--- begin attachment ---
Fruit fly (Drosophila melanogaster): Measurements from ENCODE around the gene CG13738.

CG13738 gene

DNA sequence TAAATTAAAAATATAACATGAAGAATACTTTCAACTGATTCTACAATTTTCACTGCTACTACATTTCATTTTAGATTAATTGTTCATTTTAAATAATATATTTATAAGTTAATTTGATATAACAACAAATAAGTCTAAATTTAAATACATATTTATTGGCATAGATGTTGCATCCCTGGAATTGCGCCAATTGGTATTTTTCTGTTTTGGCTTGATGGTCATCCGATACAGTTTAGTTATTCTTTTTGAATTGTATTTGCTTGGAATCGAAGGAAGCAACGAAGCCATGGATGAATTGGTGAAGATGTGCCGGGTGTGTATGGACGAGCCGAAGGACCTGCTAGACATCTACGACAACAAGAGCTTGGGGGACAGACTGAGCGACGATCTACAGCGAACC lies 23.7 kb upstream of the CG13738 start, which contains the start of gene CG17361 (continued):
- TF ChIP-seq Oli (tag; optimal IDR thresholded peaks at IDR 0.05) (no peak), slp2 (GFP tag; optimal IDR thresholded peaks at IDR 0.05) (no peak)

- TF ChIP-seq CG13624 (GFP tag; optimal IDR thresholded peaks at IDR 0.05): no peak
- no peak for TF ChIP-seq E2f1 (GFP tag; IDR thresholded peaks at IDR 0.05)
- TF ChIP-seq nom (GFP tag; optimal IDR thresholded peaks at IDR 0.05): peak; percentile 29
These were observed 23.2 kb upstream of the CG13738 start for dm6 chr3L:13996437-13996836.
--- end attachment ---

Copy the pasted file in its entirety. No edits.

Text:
Fruit fly (Drosophila melanogaster): Measurements from ENCODE around the gene CG13738.

CG13738 gene

DNA sequence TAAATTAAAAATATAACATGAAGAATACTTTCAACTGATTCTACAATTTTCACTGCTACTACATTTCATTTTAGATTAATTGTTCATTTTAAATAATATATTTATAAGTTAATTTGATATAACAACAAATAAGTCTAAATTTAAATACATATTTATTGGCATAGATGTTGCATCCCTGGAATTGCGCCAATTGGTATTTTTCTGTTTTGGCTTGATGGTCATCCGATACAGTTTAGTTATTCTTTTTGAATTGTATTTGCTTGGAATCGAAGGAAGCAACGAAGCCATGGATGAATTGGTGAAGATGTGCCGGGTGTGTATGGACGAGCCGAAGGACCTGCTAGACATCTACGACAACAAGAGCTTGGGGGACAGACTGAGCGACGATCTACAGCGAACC lies 23.7 kb upstream of the CG13738 start, which contains the start of gene CG17361 (continued):
- TF ChIP-seq Oli (tag; optimal IDR thresholded peaks at IDR 0.05) (no peak), slp2 (GFP tag; optimal IDR thresholded peaks at IDR 0.05) (no peak)

- TF ChIP-seq CG13624 (GFP tag; optimal IDR thresholded peaks at IDR 0.05): no peak
- no peak for TF ChIP-seq E2f1 (GFP tag; IDR thresholded peaks at IDR 0.05)
- TF ChIP-seq nom (GFP tag; optimal IDR thresholded peaks at IDR 0.05): peak; percentile 29
These were observed 23.2 kb upstream of the CG13738 start for dm6 chr3L:13996437-13996836.